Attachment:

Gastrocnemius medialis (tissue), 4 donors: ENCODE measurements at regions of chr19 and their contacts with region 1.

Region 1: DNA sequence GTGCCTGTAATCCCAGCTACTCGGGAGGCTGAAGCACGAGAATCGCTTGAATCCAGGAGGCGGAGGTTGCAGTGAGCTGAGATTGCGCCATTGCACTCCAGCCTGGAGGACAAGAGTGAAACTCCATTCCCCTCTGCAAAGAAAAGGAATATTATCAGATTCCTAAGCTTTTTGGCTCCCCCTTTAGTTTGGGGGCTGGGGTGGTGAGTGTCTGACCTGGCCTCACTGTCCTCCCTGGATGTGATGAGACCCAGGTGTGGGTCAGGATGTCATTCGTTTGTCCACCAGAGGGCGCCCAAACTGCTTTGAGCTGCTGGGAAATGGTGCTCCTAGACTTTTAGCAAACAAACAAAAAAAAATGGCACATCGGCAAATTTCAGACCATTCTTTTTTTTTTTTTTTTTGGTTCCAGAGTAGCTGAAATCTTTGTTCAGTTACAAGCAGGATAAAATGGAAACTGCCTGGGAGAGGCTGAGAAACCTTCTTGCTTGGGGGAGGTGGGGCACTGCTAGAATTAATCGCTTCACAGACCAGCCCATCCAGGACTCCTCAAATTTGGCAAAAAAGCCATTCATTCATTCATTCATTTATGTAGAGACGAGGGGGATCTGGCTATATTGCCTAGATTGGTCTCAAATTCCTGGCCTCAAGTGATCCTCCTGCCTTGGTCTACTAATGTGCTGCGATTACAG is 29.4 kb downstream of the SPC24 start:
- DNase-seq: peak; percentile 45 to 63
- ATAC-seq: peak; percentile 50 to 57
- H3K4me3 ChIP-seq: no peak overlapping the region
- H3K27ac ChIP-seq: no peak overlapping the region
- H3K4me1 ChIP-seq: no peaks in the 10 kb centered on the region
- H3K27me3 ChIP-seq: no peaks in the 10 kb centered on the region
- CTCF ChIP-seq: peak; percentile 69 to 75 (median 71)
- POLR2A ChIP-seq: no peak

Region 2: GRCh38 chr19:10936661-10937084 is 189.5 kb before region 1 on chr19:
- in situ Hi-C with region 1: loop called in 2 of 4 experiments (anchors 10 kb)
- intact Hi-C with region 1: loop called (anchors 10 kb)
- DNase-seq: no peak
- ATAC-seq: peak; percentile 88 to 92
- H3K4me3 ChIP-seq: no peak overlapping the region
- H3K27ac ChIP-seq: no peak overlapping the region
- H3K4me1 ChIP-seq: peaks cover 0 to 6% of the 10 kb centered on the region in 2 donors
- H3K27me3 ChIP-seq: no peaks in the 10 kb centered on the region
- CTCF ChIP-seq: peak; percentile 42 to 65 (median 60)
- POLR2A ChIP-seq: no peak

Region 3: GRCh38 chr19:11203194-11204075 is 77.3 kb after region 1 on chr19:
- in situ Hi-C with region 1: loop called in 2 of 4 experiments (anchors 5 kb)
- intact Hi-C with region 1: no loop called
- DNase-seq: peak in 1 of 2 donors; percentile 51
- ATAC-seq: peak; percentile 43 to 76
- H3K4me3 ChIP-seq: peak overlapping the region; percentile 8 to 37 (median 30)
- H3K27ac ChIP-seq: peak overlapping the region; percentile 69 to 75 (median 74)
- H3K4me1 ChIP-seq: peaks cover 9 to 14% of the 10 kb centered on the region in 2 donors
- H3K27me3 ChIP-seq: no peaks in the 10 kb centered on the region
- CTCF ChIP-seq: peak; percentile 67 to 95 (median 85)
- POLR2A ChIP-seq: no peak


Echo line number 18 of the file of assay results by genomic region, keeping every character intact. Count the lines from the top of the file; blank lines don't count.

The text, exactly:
- H3K4me1 ChIP-seq: peaks cover 0 to 6% of the 10 kb centered on the region in 2 donors